A planned new liquefied natural gas terminal in the Baltic port of Gdańsk will help Poland bolster its energy security and send LNG to neighbouring countries, an official has said.
The new floating terminal that Poland plans to have up and running by 2025 will have a capacity of 4 billion cubic metres of LNG annually, Piotr Naimski, the Polish government's pointman on strategic energy infrastructure, said.
He told reporters that the capacity of the planned Floating Storage and Regasification Unit (FSRU) in the northern port city of Gdańsk could eventually double to 8 billion cubic metres per year. Naimski was talking to reporters in Brussels, where an EU-US energy forum was held on Thursday to discuss ways of enhancing LNG trade between America and Europe.
During the forum, US Energy Secretary Rick Perry encouraged EU countries to buy LNG from the United States instead of Russia as a way for them to diversify their energy supplies.
The planned construction of a floating LNG terminal in Gdańsk comes as part of Poland’s efforts to diversify gas supplies and reduce its energy dependence on Russia. Officials last month signed an agreement under which the European Union undertook to help finance a planned expansion of an existing LNG terminal in the port city of Świnoujście in Poland’s northwest.
President Andrzej Duda said at the time that the expansion of the Świnoujście terminal, combined with the construction of a planned gas link to Norway via Denmark—a project known as the Baltic Pipe—would enable Poland to “not only soon become completely sovereign in terms of gas supplies, but also bring this kind of security to its neighbours.”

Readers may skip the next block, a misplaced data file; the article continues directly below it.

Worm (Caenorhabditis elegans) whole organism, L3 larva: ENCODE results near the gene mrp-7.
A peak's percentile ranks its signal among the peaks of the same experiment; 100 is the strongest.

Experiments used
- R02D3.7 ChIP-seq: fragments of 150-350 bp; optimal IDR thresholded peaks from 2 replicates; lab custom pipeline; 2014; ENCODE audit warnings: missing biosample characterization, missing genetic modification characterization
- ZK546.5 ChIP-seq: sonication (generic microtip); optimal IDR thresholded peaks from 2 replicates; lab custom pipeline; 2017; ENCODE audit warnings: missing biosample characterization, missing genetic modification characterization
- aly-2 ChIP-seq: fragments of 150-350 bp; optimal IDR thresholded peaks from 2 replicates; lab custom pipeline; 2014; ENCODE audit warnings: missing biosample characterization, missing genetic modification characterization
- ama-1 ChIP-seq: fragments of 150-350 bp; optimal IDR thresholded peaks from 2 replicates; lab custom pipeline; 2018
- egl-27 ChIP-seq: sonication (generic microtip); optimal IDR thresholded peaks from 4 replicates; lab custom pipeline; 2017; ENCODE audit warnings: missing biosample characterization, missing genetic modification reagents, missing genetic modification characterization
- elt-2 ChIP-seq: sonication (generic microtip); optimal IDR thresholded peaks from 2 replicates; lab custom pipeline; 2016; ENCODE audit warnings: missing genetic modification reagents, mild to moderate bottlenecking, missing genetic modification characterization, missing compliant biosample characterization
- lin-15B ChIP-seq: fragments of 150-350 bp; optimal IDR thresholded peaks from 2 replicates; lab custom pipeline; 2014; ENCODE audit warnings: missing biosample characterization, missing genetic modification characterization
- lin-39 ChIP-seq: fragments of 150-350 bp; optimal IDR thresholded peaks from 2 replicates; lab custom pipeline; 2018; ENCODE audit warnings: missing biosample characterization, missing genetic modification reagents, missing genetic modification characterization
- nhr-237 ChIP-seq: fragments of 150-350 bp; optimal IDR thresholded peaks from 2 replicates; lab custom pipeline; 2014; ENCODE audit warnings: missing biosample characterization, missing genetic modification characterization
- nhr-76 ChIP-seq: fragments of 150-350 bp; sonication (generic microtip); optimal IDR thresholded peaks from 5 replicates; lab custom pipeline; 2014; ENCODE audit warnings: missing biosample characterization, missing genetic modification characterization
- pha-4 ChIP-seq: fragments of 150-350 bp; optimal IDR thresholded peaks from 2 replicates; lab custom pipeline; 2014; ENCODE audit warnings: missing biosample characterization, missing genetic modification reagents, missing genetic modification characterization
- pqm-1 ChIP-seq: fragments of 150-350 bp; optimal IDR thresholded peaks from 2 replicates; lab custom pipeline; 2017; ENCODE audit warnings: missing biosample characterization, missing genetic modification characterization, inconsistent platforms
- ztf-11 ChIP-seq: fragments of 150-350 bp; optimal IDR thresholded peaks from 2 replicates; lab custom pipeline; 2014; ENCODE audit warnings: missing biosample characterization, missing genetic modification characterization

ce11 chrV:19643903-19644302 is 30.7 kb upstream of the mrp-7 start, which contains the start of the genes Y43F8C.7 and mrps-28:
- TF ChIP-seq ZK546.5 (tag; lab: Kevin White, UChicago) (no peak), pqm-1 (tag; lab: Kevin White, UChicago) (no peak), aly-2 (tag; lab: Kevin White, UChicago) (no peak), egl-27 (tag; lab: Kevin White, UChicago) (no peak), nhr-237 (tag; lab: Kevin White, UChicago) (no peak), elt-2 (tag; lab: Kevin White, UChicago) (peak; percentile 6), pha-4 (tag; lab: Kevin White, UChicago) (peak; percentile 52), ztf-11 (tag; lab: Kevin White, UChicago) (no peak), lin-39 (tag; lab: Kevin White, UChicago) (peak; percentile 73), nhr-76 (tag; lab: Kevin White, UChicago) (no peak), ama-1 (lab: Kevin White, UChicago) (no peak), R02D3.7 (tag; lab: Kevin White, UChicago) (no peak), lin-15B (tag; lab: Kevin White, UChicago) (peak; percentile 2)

The terminal's operator, the Polskie LNG company, said in December that the Świnoujście facility would be expanded to increase its capacity from 5 billion to 7.5 billion cubic metres of LNG annually.
Poland’s state-run gas giant PGNiG said in December it had finalised a 20-year contract for liquefied natural gas from US company Port Arthur LNG, the third such long-term deal with an American firm. PGNiG in November signed a 24-year deal with American supplier Cheniere to buy liquefied natural gas from the United States.
In October, PGNiG signed a long-term agreement with two subsidiaries of the US-based Venture Global LNG company for the purchase of LNG from the United States as Poland strives to become independent of Russian supplies. Poland’s Naimski said in February that his country would stop buying Russian gas after its long-term supply contract with Russia’s state-owned producer Gazprom expires in 2022.